The Mysteries of Machu Picchu
Since its discovery in the early 20th century, Machu Picchu has taken off as a world destination, being named year after year as a best travel destination and one of...
With the arrival of the Spaniards to Cusco, the capital of the Inca Empire was filled with new customs and traditions that have remained to this day. But also survived those that existed in pre-Hispanic times and that come from the diverse cultures that once inhabited this area of our country.
Thus, at present Cusco is a mixture of customs and traditions from various cultures. Therefore, walking through the streets of this city during the celebration of some tradition is like transporting to different periods of history.
So that you can experience the most striking customs of Cusco, here is a list of five Cusco traditions that will surely captivate you.
Veneration to the Pachamama
Many Peruvians profess a deep respect for the Pachamama or Mother Earth, which is inherited from the beliefs of our Incas ancestors. Thus, inhabitants of the Andean areas of our country perform various rituals of gratitude to the earth for all that it provides us.
Among all these appreciation, highlights the Payment to the Earth ritual that takes place during the month of August in honor of the Apus (a male aspect of nature) and the Pachamama (female aspect of nature).
During this ceremony there is a manager called “altomisayoq” or “yatiri” who is in charge of communicating with the outside world and performing the whole ritual: first spread a rug and then, between prayers in which they present their wishes, makes the offering to the earth (with various natural products such as coca leaves).
One of the most important festivals during the Inca Empire was the Inti Raymi and today it is still one of the biggest celebrations in Cusco and, undoubtedly, one of the great tourist attractions of the city.
Every June 24 thousands of tourists arrive at the imperial city to enjoy the various celebrations that take place in the temple of Qorikancha, the Plaza de Armas and the fortress of Sacsayhuaman.
Sacsayhuaman is, without doubt, the most magical place to enjoy this event. Around 750 actors gather in the esplanade of the fortress and, dressed in costumes of the time and with the rhythm of the Andean music, they perform a representation of what this festival was for the Incas.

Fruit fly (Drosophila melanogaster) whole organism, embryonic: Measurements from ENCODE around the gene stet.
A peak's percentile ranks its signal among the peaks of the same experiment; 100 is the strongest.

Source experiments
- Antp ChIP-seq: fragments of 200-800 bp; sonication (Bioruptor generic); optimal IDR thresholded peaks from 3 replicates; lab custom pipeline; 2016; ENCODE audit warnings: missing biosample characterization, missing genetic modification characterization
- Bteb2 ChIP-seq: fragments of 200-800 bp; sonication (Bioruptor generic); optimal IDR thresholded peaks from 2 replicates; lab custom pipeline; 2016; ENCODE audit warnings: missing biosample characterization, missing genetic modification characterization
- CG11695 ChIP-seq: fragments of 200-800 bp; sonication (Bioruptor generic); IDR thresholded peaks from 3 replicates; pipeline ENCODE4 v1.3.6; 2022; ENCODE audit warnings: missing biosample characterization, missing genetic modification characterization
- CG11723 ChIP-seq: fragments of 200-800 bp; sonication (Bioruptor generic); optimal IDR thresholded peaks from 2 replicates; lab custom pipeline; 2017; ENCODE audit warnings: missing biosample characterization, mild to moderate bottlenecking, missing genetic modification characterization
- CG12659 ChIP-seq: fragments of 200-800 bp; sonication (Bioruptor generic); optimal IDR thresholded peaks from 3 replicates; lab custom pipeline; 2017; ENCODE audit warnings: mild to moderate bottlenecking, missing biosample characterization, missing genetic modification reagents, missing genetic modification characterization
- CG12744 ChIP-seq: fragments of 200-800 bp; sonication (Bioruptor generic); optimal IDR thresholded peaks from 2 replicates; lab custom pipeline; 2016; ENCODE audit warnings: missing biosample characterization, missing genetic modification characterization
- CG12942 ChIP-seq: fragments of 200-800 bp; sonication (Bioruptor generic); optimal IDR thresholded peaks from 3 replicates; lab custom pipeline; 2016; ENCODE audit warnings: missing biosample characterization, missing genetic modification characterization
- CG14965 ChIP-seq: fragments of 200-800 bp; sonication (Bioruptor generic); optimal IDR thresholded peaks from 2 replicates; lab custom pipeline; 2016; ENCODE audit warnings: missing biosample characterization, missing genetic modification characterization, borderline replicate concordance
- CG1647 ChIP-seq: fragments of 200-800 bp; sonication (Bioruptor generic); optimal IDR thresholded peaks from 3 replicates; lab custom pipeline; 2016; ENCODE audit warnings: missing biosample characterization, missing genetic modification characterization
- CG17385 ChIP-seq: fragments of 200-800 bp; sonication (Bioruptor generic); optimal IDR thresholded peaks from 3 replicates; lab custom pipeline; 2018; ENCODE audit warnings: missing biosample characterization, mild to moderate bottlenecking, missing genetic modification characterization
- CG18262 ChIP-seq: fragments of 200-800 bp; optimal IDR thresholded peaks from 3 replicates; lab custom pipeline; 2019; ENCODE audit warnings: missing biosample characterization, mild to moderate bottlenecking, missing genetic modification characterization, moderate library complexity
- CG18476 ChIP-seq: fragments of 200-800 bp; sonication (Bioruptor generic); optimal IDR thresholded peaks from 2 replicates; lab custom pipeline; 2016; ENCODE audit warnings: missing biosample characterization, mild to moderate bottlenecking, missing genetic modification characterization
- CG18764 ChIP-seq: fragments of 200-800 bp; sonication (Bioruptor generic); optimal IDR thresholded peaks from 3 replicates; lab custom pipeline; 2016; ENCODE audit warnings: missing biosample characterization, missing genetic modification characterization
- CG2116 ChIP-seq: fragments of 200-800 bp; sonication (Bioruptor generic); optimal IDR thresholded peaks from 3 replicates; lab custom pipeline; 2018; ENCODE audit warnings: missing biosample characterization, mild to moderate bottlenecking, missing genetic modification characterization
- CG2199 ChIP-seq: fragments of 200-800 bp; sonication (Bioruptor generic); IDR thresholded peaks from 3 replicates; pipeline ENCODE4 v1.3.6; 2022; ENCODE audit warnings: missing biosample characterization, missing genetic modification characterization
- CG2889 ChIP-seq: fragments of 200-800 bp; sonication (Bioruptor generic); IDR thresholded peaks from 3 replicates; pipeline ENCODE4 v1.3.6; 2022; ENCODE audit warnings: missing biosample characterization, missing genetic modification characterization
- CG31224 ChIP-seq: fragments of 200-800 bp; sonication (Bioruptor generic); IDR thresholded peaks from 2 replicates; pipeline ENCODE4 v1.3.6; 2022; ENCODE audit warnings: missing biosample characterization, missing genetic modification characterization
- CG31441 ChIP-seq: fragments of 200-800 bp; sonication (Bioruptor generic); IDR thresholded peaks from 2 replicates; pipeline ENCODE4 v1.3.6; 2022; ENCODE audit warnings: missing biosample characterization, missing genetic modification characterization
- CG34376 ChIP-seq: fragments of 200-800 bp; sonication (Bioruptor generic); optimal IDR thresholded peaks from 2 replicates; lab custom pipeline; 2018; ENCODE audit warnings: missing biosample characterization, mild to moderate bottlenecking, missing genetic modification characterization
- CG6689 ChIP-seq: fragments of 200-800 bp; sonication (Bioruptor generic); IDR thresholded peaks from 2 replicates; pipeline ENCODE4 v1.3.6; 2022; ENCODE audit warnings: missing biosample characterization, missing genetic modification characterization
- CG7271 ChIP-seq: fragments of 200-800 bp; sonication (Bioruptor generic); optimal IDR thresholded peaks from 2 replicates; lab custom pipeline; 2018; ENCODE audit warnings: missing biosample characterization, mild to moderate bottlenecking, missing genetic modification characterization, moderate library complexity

Another tradition that has been maintained since the time of the Peruvian ancestors is the Kasarakuy, which in Quechua means “to marry”. Many couples from different Andean areas of Peru wait until the month of August to get married and follow the custom they received from their parents and grandparents.
For this celebration, the groom is dressed in a poncho and a chullo with a great decoration, as well as a small bag in which he keeps the coca leaves. The bride, on the other hand, wears a traditional dress with the typical pollera and a jacket. The celebration is joined by music, dance and other traditions, such as paltasqa, which consists of hanging money from the bride and groom’s clothes to the rhythm of the huaino.
Without a doubt, seeing this type of celebration on a trip to Cusco is a unique experience.
When we speak of Peruvian altarpieces, our head immediately thinks of those made by the artists of Ayacucho. However, in Cusco, there is a tradition known as altarpieces assembled, which consists of making altarpieces or altars of large size that are placed in public places such as parks and squares.
Those responsible for carrying out these works are the master craftsmen, who spend a large part of their time to create beautiful works of art that you can enjoy if you travel to Cusco during certain festivals such as Corpus Christi or Cruz de Velacuy.
At 4800 meters above sea level, it does not matter if it rains, snows or thunders, during the months of May or June (depending on the year) up to 10,000 people join together in a pilgrimage to the foothills of the Ausangate mountain.
According to the story, two shepherd children named Manuel and Mariano met on the mountain and became friends. When Mariano’s father saw how his son’s flock had grown up after meeting Manuel, he wanted to go and meet that child together with the parish priest of the town. But when the priest arrived and wanted to greet Manuel, the boy vanished into stone.
Thus, this tradition is on the Christian side, since the church interpreted this story and the role of Manuel as the Baby Jesus, but also pre-Hispanic, since the cultures before the Spanish interpreted it as the union of man with nature.
The pilgrimage of the Qoillur Rity lasts around five hours during which they reach up to -4ºC. But when they get to the sanctuary of Mr. de Ccoylloritti, everything is a party: fireworks, dancers, markets, comparsas … a sight worth seeing!